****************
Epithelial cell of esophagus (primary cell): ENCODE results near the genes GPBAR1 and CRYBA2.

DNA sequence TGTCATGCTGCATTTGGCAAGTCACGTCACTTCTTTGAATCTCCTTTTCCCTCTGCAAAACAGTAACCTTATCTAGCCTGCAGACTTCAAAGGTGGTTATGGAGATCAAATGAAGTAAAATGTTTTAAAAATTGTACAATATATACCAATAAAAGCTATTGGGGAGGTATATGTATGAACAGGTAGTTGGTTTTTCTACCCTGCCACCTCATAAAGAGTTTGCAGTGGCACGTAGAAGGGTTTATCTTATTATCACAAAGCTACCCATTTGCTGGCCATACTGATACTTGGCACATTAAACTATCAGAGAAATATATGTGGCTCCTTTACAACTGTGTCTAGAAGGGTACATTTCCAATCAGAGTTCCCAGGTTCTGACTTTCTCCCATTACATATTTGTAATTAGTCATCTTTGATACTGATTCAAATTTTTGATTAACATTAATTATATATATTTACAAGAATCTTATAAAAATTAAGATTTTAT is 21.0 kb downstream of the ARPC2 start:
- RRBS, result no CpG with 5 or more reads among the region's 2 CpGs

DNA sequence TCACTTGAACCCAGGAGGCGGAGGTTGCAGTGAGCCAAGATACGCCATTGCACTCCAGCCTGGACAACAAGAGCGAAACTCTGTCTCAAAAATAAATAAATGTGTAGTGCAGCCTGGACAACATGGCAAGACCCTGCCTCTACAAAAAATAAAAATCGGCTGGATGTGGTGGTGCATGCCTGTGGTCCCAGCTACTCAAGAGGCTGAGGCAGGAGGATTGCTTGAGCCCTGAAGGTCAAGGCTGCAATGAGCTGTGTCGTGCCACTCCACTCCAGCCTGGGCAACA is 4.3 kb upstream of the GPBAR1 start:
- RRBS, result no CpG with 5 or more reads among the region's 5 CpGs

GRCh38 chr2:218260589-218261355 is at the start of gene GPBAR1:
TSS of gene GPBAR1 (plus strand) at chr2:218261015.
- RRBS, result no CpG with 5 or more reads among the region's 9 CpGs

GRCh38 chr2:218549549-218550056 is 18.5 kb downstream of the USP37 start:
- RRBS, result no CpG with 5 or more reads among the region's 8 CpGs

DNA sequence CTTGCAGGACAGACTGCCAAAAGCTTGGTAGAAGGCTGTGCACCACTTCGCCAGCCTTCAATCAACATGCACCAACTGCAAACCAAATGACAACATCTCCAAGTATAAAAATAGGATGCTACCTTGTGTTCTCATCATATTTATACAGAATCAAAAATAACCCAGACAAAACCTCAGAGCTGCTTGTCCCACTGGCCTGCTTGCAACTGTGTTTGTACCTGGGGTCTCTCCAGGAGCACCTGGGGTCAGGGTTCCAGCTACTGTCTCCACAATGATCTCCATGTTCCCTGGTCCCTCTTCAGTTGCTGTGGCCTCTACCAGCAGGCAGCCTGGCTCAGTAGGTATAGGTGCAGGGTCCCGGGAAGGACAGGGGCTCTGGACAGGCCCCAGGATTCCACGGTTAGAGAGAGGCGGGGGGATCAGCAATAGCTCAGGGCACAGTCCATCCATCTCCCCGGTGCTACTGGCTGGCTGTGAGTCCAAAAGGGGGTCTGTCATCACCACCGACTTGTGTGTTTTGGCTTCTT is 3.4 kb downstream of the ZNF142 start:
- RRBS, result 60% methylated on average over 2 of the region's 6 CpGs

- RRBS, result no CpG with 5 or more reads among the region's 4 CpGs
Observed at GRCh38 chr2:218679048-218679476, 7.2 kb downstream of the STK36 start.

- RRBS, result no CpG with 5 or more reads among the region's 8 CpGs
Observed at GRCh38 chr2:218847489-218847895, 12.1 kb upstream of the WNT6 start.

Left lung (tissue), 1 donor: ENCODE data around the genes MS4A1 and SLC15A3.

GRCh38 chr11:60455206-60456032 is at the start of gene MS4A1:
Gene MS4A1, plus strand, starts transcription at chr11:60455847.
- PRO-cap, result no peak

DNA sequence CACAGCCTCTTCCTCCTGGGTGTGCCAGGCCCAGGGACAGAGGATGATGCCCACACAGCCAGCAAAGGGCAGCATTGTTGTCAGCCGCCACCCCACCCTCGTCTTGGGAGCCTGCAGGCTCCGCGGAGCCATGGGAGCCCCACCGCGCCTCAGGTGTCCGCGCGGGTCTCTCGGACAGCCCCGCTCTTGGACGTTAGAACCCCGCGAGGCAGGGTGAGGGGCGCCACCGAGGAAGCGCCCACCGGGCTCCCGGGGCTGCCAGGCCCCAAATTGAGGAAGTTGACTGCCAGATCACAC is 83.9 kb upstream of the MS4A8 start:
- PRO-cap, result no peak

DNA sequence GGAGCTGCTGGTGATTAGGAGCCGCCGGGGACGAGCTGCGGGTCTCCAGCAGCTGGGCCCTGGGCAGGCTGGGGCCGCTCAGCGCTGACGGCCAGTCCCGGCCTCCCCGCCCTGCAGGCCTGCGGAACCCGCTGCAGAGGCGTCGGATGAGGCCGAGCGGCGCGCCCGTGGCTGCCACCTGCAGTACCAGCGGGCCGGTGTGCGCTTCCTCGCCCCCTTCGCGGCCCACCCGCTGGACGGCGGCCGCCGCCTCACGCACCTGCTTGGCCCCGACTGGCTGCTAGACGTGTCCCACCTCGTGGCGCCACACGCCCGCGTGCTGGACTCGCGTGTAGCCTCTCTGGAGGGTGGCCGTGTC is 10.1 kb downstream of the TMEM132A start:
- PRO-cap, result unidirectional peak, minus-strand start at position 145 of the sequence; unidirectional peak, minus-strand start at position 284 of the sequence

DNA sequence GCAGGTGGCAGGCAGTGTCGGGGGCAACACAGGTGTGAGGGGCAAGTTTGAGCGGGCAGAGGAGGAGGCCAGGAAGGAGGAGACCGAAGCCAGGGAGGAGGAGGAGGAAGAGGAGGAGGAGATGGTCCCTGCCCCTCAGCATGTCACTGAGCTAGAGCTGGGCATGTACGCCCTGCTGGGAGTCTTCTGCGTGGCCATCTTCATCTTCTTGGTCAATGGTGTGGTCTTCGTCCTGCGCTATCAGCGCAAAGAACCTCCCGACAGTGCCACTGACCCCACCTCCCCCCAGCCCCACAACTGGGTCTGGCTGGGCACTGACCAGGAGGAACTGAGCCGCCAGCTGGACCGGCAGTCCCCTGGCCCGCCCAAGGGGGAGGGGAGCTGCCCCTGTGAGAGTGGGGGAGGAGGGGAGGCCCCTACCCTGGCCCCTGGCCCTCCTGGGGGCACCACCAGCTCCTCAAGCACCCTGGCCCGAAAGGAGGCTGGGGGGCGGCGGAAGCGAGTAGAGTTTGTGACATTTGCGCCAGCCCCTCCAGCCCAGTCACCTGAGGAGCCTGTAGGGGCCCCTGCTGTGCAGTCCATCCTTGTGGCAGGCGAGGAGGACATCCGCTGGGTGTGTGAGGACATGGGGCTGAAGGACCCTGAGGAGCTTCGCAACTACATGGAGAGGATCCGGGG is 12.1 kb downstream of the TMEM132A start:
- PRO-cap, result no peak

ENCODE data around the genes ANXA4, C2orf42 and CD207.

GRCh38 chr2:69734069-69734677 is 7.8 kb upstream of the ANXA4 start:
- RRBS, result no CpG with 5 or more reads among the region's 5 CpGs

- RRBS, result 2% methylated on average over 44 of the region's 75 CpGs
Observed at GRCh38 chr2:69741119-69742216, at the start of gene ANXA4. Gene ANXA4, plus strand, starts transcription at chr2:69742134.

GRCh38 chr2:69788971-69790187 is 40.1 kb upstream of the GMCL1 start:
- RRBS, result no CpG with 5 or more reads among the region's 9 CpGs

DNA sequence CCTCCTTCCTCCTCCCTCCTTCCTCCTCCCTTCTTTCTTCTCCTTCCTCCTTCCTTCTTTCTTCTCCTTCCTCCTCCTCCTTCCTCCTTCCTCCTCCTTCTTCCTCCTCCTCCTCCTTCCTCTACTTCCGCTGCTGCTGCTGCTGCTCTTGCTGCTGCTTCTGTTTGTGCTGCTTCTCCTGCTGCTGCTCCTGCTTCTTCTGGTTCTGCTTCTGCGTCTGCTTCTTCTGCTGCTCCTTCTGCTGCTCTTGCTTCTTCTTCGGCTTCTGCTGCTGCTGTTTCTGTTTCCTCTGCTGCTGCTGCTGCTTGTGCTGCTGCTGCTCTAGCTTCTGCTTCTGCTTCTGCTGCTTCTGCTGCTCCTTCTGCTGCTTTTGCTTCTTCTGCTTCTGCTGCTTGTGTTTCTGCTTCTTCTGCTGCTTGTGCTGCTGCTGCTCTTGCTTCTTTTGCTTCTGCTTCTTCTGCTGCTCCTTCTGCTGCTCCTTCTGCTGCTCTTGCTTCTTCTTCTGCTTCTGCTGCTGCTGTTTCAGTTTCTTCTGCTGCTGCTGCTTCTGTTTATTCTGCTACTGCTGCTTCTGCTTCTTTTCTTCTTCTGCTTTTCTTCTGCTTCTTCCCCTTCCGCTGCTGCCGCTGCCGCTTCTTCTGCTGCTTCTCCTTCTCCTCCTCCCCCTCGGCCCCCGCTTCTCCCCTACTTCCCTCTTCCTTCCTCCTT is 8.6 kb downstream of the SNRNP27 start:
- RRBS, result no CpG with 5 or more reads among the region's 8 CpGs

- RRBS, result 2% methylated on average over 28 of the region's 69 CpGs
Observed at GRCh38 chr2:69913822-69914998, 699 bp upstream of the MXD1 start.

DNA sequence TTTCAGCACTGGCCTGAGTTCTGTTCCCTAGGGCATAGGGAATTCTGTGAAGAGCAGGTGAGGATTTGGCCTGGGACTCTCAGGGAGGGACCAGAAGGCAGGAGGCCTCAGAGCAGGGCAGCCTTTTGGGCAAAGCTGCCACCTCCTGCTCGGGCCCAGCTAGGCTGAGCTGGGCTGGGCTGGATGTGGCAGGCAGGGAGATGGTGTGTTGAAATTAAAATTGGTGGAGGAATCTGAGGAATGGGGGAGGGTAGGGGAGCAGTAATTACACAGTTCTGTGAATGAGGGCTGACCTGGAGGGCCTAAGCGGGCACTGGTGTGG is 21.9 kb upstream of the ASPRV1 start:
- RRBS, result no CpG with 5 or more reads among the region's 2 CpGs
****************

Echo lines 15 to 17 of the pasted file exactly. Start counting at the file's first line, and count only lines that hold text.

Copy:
- RRBS, result no CpG with 5 or more reads among the region's 8 CpGs
Observed at GRCh38 chr2:218847489-218847895, 12.1 kb upstream of the WNT6 start.

Left lung (tissue), 1 donor: ENCODE data around the genes MS4A1 and SLC15A3.